My Road to the Civil War
McPherson, James M., The Wilson Quarterly
AS WE BEGIN MOVING THROUGH THE SESQUICENTENNIAL commemoration of the American Civil War, my mind returns to the time more than a half-century ago when I decided to become a historian of the Civil War era. Unlike many of my friends and colleagues, I did not have a youthful fascination with the war. When I arrived at Baltimore in 1958 for graduate study at Johns Hopkins University, I had not read anything specifically on the subject, apart from a couple of books by Bruce Catton. I had not taken a college course on the Civil War because my college did not offer such a course.
I had a vague and rather naive interest in the history of the South, in part because, having been born in North Dakota and brought up in Minnesota, I found the South exotic and mysterious. My senior year in high school, nine black students integrated Little Rock Central High School under the protection of the U.S. Army. I was well enough acquainted with history and current events to know that the constitutional basis for the black students' presence at Central High was the Fourteenth Amendment, one of the most important products of the Civil War. In retrospect, it seems apparent that this awareness planted the seed of my professional interest.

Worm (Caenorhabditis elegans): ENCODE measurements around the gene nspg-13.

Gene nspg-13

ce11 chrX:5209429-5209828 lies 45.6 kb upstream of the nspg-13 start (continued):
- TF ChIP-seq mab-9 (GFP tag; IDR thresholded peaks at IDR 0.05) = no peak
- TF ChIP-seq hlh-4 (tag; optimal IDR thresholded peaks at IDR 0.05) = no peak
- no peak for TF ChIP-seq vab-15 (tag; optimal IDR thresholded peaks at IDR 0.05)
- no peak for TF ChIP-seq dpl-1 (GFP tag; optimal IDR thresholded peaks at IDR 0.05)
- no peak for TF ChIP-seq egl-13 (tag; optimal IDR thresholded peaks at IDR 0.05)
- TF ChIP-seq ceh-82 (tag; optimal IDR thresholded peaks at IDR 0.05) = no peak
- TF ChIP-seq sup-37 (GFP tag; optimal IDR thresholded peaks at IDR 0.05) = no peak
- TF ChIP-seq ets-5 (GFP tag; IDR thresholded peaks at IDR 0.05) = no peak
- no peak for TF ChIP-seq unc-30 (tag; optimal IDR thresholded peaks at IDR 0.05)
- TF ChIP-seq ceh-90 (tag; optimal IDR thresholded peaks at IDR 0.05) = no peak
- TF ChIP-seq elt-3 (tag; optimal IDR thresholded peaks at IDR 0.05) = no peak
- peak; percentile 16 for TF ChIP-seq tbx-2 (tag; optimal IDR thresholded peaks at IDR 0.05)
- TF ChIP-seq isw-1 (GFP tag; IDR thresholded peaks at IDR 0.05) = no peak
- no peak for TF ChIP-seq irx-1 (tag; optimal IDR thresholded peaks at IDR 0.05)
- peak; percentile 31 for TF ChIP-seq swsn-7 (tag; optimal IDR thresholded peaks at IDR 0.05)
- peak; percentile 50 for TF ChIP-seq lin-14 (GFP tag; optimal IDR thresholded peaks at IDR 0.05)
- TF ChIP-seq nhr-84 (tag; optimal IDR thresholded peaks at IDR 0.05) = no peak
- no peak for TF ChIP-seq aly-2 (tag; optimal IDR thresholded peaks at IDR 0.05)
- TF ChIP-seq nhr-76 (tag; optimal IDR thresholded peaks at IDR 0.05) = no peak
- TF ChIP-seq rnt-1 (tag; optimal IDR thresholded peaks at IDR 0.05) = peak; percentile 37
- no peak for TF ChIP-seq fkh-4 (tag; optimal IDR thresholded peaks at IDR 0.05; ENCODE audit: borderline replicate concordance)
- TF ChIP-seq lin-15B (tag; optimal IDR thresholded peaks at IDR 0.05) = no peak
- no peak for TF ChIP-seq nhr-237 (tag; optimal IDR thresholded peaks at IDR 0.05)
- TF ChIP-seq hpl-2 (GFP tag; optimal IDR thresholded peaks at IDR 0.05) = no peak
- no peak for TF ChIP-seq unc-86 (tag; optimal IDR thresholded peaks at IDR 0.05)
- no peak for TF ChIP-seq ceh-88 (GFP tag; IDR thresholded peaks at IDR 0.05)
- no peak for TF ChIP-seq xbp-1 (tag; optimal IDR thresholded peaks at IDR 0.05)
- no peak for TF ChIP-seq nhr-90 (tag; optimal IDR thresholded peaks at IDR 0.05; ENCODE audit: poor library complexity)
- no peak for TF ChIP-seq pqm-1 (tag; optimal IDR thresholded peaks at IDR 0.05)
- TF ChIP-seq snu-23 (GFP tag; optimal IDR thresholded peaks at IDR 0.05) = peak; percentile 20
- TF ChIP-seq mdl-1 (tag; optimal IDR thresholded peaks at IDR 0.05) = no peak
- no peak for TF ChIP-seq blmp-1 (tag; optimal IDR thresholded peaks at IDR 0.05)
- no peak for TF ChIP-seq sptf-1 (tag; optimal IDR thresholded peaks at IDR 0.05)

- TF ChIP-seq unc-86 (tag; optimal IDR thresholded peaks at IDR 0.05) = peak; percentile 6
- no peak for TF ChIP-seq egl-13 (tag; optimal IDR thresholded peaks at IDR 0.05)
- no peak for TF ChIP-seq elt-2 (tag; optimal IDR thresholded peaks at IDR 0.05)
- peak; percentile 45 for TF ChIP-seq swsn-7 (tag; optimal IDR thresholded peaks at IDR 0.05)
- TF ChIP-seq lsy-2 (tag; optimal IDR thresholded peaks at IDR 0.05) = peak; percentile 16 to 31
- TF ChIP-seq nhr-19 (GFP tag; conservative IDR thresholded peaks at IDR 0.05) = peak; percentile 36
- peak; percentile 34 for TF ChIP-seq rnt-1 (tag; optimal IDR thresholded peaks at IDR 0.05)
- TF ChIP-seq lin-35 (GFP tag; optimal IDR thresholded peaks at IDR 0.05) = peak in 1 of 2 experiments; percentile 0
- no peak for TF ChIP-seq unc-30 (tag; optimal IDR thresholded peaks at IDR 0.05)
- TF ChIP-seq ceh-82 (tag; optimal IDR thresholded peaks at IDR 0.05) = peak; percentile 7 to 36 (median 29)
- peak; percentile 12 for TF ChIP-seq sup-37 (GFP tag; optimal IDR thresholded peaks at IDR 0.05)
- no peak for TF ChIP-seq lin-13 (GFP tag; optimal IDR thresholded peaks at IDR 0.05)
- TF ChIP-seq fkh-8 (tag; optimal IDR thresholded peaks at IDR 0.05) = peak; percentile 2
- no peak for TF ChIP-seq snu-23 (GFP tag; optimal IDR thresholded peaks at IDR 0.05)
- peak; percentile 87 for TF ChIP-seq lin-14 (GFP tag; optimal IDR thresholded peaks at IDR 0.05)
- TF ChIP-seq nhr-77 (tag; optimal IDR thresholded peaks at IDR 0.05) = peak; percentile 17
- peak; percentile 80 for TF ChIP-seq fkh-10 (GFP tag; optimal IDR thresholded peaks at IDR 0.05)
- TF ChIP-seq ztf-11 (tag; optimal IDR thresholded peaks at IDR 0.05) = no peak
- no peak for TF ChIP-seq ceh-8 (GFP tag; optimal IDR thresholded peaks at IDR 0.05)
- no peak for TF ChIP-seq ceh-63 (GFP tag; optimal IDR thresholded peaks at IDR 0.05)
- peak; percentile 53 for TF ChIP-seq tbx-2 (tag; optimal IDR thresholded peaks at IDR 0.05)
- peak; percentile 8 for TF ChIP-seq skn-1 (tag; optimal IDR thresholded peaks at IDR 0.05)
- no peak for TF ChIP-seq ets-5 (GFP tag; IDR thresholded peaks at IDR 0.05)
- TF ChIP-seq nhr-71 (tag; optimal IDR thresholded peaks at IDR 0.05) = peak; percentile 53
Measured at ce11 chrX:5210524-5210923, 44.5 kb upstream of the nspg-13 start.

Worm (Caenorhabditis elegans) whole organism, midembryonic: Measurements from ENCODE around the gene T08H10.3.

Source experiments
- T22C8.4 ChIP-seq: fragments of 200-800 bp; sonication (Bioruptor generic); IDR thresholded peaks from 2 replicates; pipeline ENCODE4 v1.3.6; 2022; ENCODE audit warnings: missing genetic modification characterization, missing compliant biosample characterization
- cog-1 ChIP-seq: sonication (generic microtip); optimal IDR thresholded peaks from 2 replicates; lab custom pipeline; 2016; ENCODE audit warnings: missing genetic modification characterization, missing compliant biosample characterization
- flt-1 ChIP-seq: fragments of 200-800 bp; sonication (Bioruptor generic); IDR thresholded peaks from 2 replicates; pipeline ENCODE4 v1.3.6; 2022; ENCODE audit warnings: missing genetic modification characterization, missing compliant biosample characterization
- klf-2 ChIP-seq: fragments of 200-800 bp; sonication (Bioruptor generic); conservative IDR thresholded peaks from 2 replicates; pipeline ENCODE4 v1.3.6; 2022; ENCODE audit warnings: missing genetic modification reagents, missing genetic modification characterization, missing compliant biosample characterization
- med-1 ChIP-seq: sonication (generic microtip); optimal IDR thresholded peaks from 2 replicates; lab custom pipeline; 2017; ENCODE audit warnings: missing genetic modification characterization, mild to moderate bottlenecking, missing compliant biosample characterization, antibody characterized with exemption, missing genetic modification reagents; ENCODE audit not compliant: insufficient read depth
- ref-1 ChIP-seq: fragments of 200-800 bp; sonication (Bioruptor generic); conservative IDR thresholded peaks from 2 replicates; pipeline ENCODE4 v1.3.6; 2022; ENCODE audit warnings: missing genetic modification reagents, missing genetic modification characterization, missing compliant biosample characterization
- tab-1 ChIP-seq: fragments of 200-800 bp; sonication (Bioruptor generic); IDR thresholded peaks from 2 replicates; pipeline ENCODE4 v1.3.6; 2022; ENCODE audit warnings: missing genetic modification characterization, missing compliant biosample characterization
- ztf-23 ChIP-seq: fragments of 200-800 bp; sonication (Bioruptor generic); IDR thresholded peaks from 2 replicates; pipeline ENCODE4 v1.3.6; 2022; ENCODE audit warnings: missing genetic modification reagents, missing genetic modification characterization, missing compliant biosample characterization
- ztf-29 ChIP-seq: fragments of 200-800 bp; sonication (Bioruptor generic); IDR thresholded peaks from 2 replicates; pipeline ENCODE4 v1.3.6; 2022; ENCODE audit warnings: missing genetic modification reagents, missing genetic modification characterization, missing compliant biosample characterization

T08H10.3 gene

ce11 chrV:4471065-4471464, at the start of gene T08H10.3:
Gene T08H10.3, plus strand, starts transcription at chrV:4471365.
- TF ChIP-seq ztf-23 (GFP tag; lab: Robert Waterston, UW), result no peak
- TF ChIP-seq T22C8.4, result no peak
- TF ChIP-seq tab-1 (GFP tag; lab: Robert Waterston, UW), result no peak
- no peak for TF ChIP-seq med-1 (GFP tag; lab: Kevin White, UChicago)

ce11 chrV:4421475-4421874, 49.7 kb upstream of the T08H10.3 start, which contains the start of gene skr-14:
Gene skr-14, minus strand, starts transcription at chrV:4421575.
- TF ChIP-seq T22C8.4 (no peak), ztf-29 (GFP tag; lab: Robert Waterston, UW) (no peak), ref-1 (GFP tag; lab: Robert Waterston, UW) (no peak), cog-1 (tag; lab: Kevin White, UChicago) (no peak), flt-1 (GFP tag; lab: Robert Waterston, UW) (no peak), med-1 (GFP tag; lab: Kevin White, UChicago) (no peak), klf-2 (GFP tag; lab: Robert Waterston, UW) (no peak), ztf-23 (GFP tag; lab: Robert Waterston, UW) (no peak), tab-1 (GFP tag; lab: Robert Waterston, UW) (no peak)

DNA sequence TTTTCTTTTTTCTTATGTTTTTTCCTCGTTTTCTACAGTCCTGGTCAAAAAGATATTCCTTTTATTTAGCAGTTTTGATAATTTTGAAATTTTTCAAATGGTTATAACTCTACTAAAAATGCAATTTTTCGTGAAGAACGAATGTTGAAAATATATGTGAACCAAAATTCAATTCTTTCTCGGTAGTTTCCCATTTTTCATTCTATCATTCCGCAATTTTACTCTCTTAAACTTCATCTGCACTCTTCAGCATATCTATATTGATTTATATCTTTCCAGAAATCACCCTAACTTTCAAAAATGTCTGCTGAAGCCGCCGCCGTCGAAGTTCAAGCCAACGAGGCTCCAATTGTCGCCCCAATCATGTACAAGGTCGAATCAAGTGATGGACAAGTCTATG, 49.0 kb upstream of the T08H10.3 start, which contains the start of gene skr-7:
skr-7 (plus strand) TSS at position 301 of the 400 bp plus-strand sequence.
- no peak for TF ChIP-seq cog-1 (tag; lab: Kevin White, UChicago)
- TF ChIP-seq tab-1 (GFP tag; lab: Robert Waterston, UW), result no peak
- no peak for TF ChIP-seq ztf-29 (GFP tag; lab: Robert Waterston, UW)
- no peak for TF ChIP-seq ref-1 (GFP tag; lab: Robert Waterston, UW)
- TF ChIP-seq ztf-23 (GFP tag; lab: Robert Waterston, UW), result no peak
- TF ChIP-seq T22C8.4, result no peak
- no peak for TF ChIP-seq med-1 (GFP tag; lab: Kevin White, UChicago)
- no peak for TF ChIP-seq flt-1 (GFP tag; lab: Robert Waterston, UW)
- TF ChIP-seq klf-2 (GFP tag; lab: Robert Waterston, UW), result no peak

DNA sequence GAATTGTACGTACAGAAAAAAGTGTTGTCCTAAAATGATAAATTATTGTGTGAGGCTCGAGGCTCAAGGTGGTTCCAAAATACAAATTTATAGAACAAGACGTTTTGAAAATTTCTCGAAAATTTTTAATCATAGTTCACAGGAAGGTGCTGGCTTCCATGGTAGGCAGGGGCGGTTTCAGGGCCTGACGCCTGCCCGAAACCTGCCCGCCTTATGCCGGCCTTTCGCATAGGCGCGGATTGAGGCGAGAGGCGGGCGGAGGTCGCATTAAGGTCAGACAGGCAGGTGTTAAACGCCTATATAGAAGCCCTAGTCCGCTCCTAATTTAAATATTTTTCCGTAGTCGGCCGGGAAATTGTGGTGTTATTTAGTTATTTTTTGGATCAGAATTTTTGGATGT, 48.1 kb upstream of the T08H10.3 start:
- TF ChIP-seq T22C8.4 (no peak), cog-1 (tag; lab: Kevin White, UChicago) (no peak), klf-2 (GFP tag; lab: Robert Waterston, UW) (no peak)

That seed germinated within days of my …
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Publication information: Article title: My Road to the Civil War. Contributors: McPherson, James M. - Author. Magazine title: The Wilson Quarterly. Volume: 35. Issue: 3 Publication date: Summer 2011. Page number: 78+. © Not available. COPYRIGHT 2011 Gale Group.
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